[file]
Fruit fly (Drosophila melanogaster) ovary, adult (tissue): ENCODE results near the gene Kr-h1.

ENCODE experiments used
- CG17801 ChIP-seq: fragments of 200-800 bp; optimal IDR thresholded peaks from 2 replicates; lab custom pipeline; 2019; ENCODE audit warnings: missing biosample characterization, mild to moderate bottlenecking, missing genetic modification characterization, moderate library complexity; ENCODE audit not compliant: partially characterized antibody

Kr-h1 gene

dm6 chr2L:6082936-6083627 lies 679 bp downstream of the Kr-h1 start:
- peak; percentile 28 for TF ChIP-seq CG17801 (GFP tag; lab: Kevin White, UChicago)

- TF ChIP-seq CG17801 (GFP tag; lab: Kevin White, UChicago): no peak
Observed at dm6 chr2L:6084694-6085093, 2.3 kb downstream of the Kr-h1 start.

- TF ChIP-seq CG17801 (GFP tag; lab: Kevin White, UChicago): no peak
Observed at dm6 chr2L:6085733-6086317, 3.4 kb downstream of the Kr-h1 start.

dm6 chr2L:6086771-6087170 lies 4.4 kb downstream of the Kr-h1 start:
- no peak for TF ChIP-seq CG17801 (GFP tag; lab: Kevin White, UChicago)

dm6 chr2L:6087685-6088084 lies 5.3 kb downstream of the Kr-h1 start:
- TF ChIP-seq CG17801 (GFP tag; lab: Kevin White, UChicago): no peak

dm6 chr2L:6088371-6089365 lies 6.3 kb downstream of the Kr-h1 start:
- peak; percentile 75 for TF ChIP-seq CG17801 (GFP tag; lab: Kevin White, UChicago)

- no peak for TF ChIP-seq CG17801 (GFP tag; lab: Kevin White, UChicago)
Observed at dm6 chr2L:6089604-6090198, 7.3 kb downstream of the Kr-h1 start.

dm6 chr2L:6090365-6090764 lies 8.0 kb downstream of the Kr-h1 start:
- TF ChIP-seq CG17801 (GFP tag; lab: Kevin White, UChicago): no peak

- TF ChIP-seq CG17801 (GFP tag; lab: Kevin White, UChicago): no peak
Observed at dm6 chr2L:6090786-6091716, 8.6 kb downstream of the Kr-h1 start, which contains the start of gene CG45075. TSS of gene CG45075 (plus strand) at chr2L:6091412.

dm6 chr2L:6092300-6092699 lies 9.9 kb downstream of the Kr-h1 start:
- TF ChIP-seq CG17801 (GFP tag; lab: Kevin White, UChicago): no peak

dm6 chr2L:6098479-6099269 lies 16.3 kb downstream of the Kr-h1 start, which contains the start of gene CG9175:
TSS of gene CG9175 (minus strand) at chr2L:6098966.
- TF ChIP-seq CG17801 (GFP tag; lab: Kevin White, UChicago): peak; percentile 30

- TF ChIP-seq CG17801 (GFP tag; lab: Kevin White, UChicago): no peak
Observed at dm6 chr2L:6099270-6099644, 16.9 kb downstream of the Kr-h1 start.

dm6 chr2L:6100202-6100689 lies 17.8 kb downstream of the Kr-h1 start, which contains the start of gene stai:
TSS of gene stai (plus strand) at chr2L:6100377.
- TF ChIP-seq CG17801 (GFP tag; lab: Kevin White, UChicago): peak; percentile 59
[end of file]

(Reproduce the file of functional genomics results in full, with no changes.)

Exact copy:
Fruit fly (Drosophila melanogaster) ovary, adult (tissue): ENCODE results near the gene Kr-h1.

ENCODE experiments used
- CG17801 ChIP-seq: fragments of 200-800 bp; optimal IDR thresholded peaks from 2 replicates; lab custom pipeline; 2019; ENCODE audit warnings: missing biosample characterization, mild to moderate bottlenecking, missing genetic modification characterization, moderate library complexity; ENCODE audit not compliant: partially characterized antibody

Kr-h1 gene

dm6 chr2L:6082936-6083627 lies 679 bp downstream of the Kr-h1 start:
- peak; percentile 28 for TF ChIP-seq CG17801 (GFP tag; lab: Kevin White, UChicago)

- TF ChIP-seq CG17801 (GFP tag; lab: Kevin White, UChicago): no peak
Observed at dm6 chr2L:6084694-6085093, 2.3 kb downstream of the Kr-h1 start.

- TF ChIP-seq CG17801 (GFP tag; lab: Kevin White, UChicago): no peak
Observed at dm6 chr2L:6085733-6086317, 3.4 kb downstream of the Kr-h1 start.

dm6 chr2L:6086771-6087170 lies 4.4 kb downstream of the Kr-h1 start:
- no peak for TF ChIP-seq CG17801 (GFP tag; lab: Kevin White, UChicago)

dm6 chr2L:6087685-6088084 lies 5.3 kb downstream of the Kr-h1 start:
- TF ChIP-seq CG17801 (GFP tag; lab: Kevin White, UChicago): no peak

dm6 chr2L:6088371-6089365 lies 6.3 kb downstream of the Kr-h1 start:
- peak; percentile 75 for TF ChIP-seq CG17801 (GFP tag; lab: Kevin White, UChicago)

- no peak for TF ChIP-seq CG17801 (GFP tag; lab: Kevin White, UChicago)
Observed at dm6 chr2L:6089604-6090198, 7.3 kb downstream of the Kr-h1 start.

dm6 chr2L:6090365-6090764 lies 8.0 kb downstream of the Kr-h1 start:
- TF ChIP-seq CG17801 (GFP tag; lab: Kevin White, UChicago): no peak

- TF ChIP-seq CG17801 (GFP tag; lab: Kevin White, UChicago): no peak
Observed at dm6 chr2L:6090786-6091716, 8.6 kb downstream of the Kr-h1 start, which contains the start of gene CG45075. TSS of gene CG45075 (plus strand) at chr2L:6091412.

dm6 chr2L:6092300-6092699 lies 9.9 kb downstream of the Kr-h1 start:
- TF ChIP-seq CG17801 (GFP tag; lab: Kevin White, UChicago): no peak

dm6 chr2L:6098479-6099269 lies 16.3 kb downstream of the Kr-h1 start, which contains the start of gene CG9175:
TSS of gene CG9175 (minus strand) at chr2L:6098966.
- TF ChIP-seq CG17801 (GFP tag; lab: Kevin White, UChicago): peak; percentile 30

- TF ChIP-seq CG17801 (GFP tag; lab: Kevin White, UChicago): no peak
Observed at dm6 chr2L:6099270-6099644, 16.9 kb downstream of the Kr-h1 start.

dm6 chr2L:6100202-6100689 lies 17.8 kb downstream of the Kr-h1 start, which contains the start of gene stai:
TSS of gene stai (plus strand) at chr2L:6100377.
- TF ChIP-seq CG17801 (GFP tag; lab: Kevin White, UChicago): peak; percentile 59